“I was at Talk after Sept. 11,” said Radar editor Maer Roshan, “and it wasn’t about content, but about tone and mood. You want to cover some aspect of it —I’m curious about the military and the motivations people have for entering it — but I’m not assigning anything specific about Syria.” He added, “Even Graydon [Carter] admitted after the whole ‘irony is dead’ thing that there is a place for humor in tragic times. It just has to be appropriate humor.”

Lifetime’s Sally Koslow, however, isn’t planning any war coverage for July-August. “I think Americans are craving good news,” she said. “We seized every opportunity to rejoice when Jessica Lynch and the POWs were found. People can’t sustain forever the mood of spending every evening in front of war footage.”

But the editors of personal finance think they’ll be fretting over job security. “Leading up to the war was a six- month cloud that seemed to cover Wall Street,” said Kiplinger’s Personal Finance editor Fred Farley. “Now there’s a different cloud — the war went away, but there’s still a bad economy, and it’s been there all the time.”

Farley put Kiplinger’s May issue (its war issue) to bed just as the bombs started falling; now he’s assigning stories on everything but investing. “We’re explaining how people can save $2,000 a year on insurance. In April, we wrote about buying a house in a hot market and selling in a cold one.”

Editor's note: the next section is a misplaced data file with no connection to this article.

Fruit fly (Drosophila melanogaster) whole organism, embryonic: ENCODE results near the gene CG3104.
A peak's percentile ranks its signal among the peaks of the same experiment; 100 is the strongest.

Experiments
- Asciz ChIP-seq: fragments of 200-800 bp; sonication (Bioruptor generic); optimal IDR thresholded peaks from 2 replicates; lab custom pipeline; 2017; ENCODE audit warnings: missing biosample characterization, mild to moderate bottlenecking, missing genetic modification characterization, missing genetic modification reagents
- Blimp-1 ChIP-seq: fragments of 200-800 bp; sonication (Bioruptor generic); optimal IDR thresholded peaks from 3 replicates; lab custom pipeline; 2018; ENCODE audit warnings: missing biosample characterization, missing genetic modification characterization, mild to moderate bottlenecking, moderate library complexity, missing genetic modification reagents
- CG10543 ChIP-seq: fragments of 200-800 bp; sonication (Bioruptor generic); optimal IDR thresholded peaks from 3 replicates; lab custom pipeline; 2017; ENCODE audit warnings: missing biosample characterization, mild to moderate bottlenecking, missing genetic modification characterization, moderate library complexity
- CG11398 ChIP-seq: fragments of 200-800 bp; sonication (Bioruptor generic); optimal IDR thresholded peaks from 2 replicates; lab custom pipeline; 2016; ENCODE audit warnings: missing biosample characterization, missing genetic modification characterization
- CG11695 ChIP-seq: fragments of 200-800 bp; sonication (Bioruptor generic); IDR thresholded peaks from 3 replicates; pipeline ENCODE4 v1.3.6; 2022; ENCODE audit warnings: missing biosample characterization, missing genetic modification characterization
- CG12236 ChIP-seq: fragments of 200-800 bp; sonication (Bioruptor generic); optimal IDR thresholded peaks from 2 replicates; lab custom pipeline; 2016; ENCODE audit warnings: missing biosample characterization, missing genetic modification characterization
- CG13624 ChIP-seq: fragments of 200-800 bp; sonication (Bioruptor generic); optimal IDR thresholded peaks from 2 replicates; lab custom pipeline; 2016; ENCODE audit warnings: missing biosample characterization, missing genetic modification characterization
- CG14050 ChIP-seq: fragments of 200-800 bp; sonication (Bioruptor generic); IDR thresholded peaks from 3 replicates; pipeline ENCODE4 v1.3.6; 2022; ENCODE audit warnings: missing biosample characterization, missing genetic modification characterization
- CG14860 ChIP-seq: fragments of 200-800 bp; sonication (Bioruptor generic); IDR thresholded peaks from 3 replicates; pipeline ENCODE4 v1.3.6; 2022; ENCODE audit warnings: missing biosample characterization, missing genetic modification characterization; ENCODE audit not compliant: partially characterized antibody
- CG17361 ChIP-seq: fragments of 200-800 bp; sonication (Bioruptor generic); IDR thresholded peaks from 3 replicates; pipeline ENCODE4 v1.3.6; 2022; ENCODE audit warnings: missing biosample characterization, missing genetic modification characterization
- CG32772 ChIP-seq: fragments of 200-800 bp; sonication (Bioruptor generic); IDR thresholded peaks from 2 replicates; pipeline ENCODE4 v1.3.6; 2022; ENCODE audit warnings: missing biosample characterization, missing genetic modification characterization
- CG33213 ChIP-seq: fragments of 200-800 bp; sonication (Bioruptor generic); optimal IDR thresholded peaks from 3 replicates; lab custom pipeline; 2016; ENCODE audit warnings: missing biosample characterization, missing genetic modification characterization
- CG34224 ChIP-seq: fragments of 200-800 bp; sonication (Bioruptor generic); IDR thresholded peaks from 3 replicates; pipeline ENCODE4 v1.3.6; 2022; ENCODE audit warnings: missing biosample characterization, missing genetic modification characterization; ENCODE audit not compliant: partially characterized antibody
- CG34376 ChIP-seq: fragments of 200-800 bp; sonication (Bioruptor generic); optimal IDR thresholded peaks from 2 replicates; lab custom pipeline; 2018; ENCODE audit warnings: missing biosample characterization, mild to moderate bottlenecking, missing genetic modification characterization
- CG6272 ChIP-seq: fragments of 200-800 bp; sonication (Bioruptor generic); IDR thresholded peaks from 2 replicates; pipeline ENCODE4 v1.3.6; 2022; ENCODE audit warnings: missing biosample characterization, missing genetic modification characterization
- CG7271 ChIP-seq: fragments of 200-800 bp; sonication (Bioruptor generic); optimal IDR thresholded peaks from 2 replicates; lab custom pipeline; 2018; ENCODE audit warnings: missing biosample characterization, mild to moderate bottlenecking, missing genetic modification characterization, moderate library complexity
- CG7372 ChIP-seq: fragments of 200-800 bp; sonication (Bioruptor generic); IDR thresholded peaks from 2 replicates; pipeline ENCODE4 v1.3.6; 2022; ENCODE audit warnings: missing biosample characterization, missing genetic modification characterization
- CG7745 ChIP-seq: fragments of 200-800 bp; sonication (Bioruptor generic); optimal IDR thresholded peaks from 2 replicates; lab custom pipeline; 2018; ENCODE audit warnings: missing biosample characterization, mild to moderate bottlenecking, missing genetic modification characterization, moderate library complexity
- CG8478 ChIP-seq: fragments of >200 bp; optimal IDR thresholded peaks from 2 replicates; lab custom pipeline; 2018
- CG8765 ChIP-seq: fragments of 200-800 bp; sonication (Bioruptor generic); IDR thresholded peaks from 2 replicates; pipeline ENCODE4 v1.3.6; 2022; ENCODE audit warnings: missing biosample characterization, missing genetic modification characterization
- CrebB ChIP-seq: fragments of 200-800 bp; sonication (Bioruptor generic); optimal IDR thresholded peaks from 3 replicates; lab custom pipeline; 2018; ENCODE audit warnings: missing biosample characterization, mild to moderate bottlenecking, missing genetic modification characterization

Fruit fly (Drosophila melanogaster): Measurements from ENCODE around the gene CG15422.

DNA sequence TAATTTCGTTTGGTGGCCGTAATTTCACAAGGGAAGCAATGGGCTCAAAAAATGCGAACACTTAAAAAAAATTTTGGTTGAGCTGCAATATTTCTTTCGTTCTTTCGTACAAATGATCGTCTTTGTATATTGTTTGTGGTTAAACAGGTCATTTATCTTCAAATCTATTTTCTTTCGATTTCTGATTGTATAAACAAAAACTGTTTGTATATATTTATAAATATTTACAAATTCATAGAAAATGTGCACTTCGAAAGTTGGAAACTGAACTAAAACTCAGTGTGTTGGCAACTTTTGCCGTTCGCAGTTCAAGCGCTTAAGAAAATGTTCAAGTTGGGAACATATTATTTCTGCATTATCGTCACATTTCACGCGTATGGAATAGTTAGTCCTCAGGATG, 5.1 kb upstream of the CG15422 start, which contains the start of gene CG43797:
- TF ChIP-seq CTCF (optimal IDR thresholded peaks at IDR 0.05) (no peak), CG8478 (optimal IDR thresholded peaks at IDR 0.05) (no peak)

“Look, this is just business as usual,” said Esquire’s David Granger. “We live in incredibly tumultuous times. That was true before Sept. 11 and true before Iraq. The hardest thing about this job is anticipating the future. We can’t focus on Iraq. The world has moved on…I don’t want a steady diet of foreign policy pieces.”

Nor do his readers. Nor do any of his advertisers. “The war effect is something I’m going to spend time talking to editors about,” said Peter Gardner, chief media director of Deutsch agency. “I don’t envy their task, believe me. But it will affect how we plan and buy and think about their magazines. You build confidence in a magazine in part through how much you believe in editorial. That’s what they’re being paid for.”

Oddly, the most optimistic editors are at the magazines one might think would have suffered the most at the hands of the war and SARS: travel books. Through reader polls, Condé Nast Traveler editor Tom Wallace found that 99 percent of his upscale audience plans to keep traveling no matter what; 61 percent of respondents even thought that SARS would be under control by the end of the year. “But we’ll wait for a signal from the CDC before touting a destination affected by SARS,” he said.

“I would love to do something right not about the archaeological heritage of Iraq and the museums right now,” said Travel + Leisure editor Nancy Novogrod, “but at the moment, Iraq is a bit too unstable to write about.”